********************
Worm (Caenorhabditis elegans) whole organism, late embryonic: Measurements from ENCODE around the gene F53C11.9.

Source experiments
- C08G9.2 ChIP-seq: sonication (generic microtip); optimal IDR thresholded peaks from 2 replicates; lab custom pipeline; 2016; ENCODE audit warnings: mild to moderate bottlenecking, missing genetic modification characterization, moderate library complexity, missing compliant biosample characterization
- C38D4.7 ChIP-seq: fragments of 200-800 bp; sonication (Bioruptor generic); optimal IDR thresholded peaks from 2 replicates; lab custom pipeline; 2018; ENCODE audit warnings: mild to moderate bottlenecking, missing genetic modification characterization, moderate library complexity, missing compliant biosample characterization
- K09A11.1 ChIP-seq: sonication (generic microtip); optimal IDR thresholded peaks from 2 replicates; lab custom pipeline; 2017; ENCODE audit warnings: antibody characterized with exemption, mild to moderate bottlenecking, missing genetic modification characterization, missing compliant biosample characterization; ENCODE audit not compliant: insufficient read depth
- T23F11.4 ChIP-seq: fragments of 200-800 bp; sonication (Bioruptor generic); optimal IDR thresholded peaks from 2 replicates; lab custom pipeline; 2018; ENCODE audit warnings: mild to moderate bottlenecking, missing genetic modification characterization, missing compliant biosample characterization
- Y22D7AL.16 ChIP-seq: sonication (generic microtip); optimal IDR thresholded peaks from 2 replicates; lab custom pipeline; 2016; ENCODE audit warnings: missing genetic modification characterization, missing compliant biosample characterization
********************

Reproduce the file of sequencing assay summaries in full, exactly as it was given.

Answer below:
Worm (Caenorhabditis elegans) whole organism, late embryonic: Measurements from ENCODE around the gene F53C11.9.

Source experiments
- C08G9.2 ChIP-seq: sonication (generic microtip); optimal IDR thresholded peaks from 2 replicates; lab custom pipeline; 2016; ENCODE audit warnings: mild to moderate bottlenecking, missing genetic modification characterization, moderate library complexity, missing compliant biosample characterization
- C38D4.7 ChIP-seq: fragments of 200-800 bp; sonication (Bioruptor generic); optimal IDR thresholded peaks from 2 replicates; lab custom pipeline; 2018; ENCODE audit warnings: mild to moderate bottlenecking, missing genetic modification characterization, moderate library complexity, missing compliant biosample characterization
- K09A11.1 ChIP-seq: sonication (generic microtip); optimal IDR thresholded peaks from 2 replicates; lab custom pipeline; 2017; ENCODE audit warnings: antibody characterized with exemption, mild to moderate bottlenecking, missing genetic modification characterization, missing compliant biosample characterization; ENCODE audit not compliant: insufficient read depth
- T23F11.4 ChIP-seq: fragments of 200-800 bp; sonication (Bioruptor generic); optimal IDR thresholded peaks from 2 replicates; lab custom pipeline; 2018; ENCODE audit warnings: mild to moderate bottlenecking, missing genetic modification characterization, missing compliant biosample characterization
- Y22D7AL.16 ChIP-seq: sonication (generic microtip); optimal IDR thresholded peaks from 2 replicates; lab custom pipeline; 2016; ENCODE audit warnings: missing genetic modification characterization, missing compliant biosample characterization